Sermons

Summary: Asks listeners to identify with four characters who will challenge the current state of their faith.

The Forgiveness Wager

Luke 5:17-26

This is a great story for challenging your faith by identifying with some of the characters.

Am I most like the optimistic friend, willing to go to great lengths and inconvenience to help a friend get in front of Jesus because I’m confident it’ll make a difference?

Am I most like the person who needs to stop objecting, forget about my embarrassment and welcome the help others can offer?

Am I like the critic who needs to let God to work outside the limits of my own understanding?

Am I like the spectator, unsure of what to do with this Jesus, who needs to admit He makes more sense than any other option?

1. The faith-filled friends teach us to bring a friend to Jesus knowing it will make a difference.

These men had a friend in need and they cared. You have friends with needs; material, physical, spiritual, emotional. Do you want to do something to help them?

These friends had faith. We might call it exceptional faith. Jesus was pretty impressed. It says He saw their faith – it was visible in what they did. Does your faith lead to action?

These friends had determination. Luke’s story doesn’t tell us how many there were, but Mark mentions there were four of them. Even so, the going may have been tough. You can imagine one saying, “I’m tired. It’s time for someone younger to carry this stretcher.” One could have complained, “This is taking too long. I have other plans and responsibilities.” When they arrived at the house where Jesus was teaching one may have said, “Look. There’s no way we’re getting in there. Let’s go home. I’m sure someone else will carry you home. Remember, God loves you and so do I.”

I wonder how often we quit too soon, when the goal could have been achieved with just a little more determination and perseverance.

These friends were creative risk-takers. They knew the time had come to get unconventional and think “out-of-the-box”. It was time to make some noise, to make some dust, to alter a roof-line.

Now I’m not suggesting that in your service you be too quick to break a law or vandalize someone’s property. But are you willing to take chances, to risk humiliation in order to get someone in front of Jesus?

These friends also had a lot of joy. When you get to the end of the story, can’t you see them on the roof, watching their formerly paralyzed friend walk out of the house, laughing, giving high-fives and saying, “mission accomplished.”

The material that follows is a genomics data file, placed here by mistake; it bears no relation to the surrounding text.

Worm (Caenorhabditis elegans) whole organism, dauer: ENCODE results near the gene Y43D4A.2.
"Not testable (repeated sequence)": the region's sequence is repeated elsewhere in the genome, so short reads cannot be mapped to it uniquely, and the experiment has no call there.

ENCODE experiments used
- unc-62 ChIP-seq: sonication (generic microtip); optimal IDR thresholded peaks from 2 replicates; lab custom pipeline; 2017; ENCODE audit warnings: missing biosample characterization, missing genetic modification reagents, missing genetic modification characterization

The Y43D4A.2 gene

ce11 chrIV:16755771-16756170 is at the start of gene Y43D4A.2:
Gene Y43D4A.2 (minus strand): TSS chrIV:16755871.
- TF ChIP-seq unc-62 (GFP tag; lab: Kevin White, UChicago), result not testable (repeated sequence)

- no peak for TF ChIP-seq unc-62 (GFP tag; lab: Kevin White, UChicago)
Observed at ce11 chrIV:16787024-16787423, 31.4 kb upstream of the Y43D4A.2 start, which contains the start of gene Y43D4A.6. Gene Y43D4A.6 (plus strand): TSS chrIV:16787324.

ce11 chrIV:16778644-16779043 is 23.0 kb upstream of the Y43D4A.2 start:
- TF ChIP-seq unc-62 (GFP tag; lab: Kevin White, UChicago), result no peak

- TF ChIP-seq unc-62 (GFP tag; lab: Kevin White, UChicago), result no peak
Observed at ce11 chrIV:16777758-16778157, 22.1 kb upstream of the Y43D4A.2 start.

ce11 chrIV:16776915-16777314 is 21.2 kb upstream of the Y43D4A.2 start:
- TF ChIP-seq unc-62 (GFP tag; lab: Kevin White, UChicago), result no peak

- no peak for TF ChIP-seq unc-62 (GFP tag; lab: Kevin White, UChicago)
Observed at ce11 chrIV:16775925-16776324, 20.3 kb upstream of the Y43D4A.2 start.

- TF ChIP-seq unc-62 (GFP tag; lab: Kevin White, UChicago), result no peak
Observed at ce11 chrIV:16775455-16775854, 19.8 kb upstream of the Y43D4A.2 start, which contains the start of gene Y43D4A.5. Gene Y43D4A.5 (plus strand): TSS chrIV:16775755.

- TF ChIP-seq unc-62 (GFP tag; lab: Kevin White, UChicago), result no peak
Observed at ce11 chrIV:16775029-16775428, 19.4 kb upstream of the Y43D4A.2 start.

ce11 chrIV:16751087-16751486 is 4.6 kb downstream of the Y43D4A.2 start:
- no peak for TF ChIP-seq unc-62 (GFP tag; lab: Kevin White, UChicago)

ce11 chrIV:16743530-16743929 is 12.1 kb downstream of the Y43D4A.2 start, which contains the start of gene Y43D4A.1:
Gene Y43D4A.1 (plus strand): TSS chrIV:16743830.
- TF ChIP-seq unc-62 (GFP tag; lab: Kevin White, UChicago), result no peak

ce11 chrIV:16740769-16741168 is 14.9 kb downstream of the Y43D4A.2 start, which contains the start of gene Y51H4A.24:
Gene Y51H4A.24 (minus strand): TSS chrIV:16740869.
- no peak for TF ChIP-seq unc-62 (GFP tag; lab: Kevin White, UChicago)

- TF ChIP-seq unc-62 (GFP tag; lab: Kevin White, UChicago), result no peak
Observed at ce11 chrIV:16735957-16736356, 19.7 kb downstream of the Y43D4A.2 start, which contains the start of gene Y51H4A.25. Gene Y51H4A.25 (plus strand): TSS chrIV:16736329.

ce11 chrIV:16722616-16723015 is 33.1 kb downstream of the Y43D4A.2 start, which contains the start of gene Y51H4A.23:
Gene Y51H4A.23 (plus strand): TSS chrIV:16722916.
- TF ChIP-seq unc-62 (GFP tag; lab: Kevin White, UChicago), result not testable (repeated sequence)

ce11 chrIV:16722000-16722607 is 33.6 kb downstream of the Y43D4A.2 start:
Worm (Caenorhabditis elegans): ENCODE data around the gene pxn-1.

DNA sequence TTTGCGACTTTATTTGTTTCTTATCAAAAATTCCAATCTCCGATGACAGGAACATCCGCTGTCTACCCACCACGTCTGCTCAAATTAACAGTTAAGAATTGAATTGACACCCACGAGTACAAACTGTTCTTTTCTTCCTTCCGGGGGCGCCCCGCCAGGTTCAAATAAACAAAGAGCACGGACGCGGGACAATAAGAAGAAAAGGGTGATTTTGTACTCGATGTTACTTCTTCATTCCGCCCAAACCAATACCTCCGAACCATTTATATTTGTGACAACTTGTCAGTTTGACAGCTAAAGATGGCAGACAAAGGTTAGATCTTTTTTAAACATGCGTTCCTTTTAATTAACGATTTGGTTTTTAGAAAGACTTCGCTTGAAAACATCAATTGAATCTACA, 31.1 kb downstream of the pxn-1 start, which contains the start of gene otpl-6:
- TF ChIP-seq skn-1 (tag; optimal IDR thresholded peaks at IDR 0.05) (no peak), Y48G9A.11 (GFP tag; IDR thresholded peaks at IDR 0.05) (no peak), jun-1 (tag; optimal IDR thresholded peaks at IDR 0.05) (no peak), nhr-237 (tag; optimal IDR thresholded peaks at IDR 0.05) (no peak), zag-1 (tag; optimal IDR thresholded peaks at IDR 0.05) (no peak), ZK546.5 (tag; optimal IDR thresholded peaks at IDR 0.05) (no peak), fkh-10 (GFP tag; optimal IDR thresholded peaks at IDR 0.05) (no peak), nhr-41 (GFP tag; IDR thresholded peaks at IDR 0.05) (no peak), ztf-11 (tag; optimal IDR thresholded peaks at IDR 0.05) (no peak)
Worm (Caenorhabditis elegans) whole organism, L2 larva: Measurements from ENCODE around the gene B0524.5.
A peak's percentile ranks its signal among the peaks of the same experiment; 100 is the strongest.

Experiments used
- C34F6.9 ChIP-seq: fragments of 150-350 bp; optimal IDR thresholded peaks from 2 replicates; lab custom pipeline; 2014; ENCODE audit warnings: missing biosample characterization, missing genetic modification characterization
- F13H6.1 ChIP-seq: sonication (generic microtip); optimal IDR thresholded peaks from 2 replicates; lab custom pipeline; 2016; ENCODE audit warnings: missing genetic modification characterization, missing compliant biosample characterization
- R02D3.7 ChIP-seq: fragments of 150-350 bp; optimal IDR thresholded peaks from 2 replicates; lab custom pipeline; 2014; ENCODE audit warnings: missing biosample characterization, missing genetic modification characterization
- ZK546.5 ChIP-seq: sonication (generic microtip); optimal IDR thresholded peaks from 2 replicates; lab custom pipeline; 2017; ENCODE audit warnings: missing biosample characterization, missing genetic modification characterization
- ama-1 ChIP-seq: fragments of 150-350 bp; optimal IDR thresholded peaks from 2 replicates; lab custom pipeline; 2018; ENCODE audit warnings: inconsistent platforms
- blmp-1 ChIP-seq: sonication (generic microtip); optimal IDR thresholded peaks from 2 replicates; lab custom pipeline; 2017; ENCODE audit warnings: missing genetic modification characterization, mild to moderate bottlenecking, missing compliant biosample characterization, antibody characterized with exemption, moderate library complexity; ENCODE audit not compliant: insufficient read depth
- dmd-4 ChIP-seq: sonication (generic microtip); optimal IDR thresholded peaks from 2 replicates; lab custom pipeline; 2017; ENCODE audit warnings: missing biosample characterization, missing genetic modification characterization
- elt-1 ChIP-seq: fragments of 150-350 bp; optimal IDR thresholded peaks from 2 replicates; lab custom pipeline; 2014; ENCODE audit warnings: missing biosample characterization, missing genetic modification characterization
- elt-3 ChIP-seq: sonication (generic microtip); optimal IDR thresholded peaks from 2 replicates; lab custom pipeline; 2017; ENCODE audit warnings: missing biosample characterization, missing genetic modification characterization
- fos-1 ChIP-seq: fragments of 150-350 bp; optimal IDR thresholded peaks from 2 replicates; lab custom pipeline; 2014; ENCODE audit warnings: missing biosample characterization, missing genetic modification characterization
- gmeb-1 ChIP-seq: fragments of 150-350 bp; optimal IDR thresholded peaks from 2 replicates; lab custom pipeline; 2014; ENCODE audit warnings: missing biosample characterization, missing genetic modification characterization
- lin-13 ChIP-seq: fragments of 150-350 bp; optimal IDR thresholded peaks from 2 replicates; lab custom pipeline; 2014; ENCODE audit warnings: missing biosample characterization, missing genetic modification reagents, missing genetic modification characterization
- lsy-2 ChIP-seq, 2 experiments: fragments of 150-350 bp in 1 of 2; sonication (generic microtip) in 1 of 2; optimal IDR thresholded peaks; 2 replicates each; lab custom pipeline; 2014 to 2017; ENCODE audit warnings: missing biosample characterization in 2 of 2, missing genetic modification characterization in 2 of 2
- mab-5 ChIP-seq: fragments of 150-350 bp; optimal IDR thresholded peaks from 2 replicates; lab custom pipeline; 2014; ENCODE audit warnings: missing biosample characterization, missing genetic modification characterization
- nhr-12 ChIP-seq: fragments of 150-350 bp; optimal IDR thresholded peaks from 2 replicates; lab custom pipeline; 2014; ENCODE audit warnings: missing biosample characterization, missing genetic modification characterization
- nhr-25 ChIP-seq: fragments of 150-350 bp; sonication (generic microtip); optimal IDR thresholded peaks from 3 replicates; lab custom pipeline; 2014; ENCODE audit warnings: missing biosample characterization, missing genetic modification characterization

I think Jesus probably looked up at them, smiled and said, “Now that’s what I’m talkin’ about. You guys are awesome! Well done!” Then He may have added, “After this service I want you to fix the roof.”

Have you known the joy of helping another person experience Jesus’ touch? If so you may be like the faith-filled friend. You know that it’s worth helping someone to Jesus because He will make an amazing difference in their life.

2. The patient teaches us to welcome the help we need.

How do you think he responded to their efforts?

Was he the kind of person who said, “It won’t work. Forget it. Put me down.” When they started up the exterior steps to the flat roof of the house he would have been hanging on for dear life saying, “Are you crazy? Be careful!” And as they lowered him from the roof, “I am soooo humiliated!”

Or, he could have been the kind of guy who cooked up the idea. “Hey, guys I’ve heard what Jesus can do. I don’t care how you do it, just get me to Jesus.” When they got there he might have egged them on, “So you can’t get in. What do you mean you’re giving up? No way! Think! There has to be a way. I’ve got it. Take me to the roof!”

When Luke said Jesus saw “their faith” he may have meant the faith of all five men, not just the four friends.

After all their efforts, what do you think the paralytic thought when Jesus said, “your sins are forgiven”?

He may have thought, “That’s pretty irrelevant! That’s not why I’m hear!”

But Jesus knew our real problem is sin. The first thing we need is spiritual healing – salvation.

That’s why you and I should pray at least as much, even more, for other people’s salvation as we do for their sickness. Do I seek spiritual health as fervently as I seek physical health, financial well-being, emotional happiness?

Is there some spiritual paralysis in my life that Jesus wants to heal first? A paralysis of sin that needs to be forgiven.

Learn from the patient here and welcome the help you need.

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